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  1. #1

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    I loathe spotting prints.

    It seems inevitable no matter how careful I am about dust.. there's always a reason to have to get the itty bitty brush and ink out. In fact, I'm taking a break from doing it to a 20x20" print right now. I hate it. I'm not good at it. There's a particularly large white blob that I wish I could take a sharpie to. The frame is sitting eagerly to the side, just waiting to be complete. I'm feeling some pressure because I need to mail it out by Friday. Sigh.

    I'm just ranting.. nothing to see here. Carry on
    "Technology is a big destroyer of emotion and truth. Opportunity doesn't do anything for creativity. Yeah, it makes it easier and you can get home sooner, but it doesn't make you a more creative person. That's the disease you have to fight in any creative field.. ease of use." - Jack White

  2. #2
    ic-racer's Avatar
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    Condenser head?

  3. #3

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    Yeah..

    I have a 45V-XL just waiting for a light source so I can put it in the darkroom. Definitely staying away from a condenser.
    "Technology is a big destroyer of emotion and truth. Opportunity doesn't do anything for creativity. Yeah, it makes it easier and you can get home sooner, but it doesn't make you a more creative person. That's the disease you have to fight in any creative field.. ease of use." - Jack White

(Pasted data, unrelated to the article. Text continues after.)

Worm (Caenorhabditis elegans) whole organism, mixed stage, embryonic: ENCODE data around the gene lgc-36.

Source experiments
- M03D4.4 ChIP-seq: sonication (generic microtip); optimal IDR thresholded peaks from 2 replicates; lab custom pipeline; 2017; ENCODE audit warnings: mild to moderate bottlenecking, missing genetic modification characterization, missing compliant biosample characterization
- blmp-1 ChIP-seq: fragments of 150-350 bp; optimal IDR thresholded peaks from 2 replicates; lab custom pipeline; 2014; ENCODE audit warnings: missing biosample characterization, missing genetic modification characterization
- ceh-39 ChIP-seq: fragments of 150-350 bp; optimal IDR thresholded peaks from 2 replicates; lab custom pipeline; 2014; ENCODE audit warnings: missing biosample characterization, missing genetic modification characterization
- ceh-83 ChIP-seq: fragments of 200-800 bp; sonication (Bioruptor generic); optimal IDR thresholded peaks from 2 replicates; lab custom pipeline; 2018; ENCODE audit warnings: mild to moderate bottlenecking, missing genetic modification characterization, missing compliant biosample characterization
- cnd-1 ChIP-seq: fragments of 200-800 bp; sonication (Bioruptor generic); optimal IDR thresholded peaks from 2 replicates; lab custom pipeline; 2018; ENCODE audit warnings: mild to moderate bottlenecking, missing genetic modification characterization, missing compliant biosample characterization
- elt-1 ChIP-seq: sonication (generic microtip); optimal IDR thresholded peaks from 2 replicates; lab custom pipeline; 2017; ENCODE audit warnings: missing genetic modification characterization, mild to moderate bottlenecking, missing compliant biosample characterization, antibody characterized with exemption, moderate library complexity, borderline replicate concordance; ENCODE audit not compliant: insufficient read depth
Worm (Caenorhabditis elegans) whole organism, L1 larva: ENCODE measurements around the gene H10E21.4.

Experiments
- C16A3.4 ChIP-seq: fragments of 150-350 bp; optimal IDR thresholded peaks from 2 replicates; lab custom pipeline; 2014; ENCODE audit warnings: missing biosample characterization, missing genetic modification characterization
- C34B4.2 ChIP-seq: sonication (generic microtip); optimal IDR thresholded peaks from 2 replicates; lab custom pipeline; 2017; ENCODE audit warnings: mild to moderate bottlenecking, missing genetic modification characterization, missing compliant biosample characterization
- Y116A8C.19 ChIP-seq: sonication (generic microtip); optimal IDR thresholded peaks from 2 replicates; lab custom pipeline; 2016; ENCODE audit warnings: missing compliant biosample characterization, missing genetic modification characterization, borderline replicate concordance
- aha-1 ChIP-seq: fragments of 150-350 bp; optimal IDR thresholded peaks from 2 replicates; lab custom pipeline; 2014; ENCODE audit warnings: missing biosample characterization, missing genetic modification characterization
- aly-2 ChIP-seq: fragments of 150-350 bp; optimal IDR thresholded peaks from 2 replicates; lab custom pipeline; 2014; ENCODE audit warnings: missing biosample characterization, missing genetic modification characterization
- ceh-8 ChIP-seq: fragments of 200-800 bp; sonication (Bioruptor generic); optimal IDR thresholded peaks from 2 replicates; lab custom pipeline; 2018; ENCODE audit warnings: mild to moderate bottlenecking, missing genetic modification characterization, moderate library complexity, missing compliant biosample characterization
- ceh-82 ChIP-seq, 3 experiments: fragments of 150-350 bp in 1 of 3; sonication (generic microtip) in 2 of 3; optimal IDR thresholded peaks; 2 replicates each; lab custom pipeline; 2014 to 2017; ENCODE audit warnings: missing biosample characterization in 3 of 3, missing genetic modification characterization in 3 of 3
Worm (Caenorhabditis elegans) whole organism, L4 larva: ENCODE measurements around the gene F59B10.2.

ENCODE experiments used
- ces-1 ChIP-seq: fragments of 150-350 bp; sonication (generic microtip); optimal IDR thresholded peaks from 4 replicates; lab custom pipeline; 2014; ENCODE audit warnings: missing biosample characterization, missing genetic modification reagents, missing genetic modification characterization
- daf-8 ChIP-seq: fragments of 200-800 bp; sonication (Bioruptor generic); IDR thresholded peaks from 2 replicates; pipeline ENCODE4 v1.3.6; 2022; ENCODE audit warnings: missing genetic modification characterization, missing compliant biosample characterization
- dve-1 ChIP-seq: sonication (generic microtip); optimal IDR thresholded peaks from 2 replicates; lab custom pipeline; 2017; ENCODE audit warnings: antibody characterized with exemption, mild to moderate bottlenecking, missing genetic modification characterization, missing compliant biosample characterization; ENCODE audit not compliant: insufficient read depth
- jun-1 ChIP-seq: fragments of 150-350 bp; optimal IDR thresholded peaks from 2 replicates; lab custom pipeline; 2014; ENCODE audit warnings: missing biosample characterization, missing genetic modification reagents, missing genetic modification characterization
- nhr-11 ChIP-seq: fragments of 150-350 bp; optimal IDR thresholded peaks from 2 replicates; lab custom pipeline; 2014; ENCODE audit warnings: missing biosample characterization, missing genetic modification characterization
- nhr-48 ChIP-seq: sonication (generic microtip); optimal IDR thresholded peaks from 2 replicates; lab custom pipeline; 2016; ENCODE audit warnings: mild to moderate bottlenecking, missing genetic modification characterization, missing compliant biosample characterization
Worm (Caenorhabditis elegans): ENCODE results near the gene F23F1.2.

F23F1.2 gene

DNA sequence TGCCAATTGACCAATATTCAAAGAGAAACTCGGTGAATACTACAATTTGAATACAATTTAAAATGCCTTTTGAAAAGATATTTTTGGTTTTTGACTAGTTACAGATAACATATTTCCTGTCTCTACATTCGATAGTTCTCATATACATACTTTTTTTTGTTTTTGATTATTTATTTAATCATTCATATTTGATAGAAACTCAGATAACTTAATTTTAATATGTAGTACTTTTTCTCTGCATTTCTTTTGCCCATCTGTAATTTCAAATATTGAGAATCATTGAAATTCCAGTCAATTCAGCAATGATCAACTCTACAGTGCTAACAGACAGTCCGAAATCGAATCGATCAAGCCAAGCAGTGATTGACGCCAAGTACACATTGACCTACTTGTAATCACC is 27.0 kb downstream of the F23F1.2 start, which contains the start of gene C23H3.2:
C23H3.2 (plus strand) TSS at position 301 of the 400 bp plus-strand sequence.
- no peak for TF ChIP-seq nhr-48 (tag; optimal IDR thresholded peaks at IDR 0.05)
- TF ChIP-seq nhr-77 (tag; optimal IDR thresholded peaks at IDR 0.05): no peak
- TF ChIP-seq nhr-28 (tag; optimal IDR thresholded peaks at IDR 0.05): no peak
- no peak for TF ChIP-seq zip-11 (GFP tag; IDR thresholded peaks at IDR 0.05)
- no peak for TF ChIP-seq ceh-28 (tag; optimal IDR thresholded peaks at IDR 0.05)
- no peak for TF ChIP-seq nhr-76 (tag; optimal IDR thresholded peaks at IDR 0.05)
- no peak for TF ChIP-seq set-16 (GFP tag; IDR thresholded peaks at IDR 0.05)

4. #4

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    Not doing so bad with dust at the moment, cold light head. But I am going to hire out my spotting, especially when I get higher volume going.

  5. #5

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    I learned from one of the best. It's definitely an art within itself to emulate the grain structure with the proper density. A lot of factors have to be considered such as the brush, ink, dilution, paper base tint, etc. I found myself oddly enjoying spotting and thus, became very good at it and spent many hours doing it. It's one of the few things in photography I know I can do very well ...not trying to rub it in or anything.

  6. #6
    Roger Cole's Avatar
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    I've NEVER been able to get a single one done right. I just remake the print. I'm fastidious enough that I usually don't have dust but... when I do, all I've ever been able to do is get a darker ring around the spot. The spot pens are the worst in this regard. All they've ever done for me is make the spot look worse. I thought it was because they didn't work well on RC paper until I went to FB and found that works no better.

    I think this is something I'd just have to have personal instruction in and watch someone do. I've been trying off and on (between just giving up and re-making my prints, and of course not for the decade off from photography) since the late 70s and if I haven't managed it yet...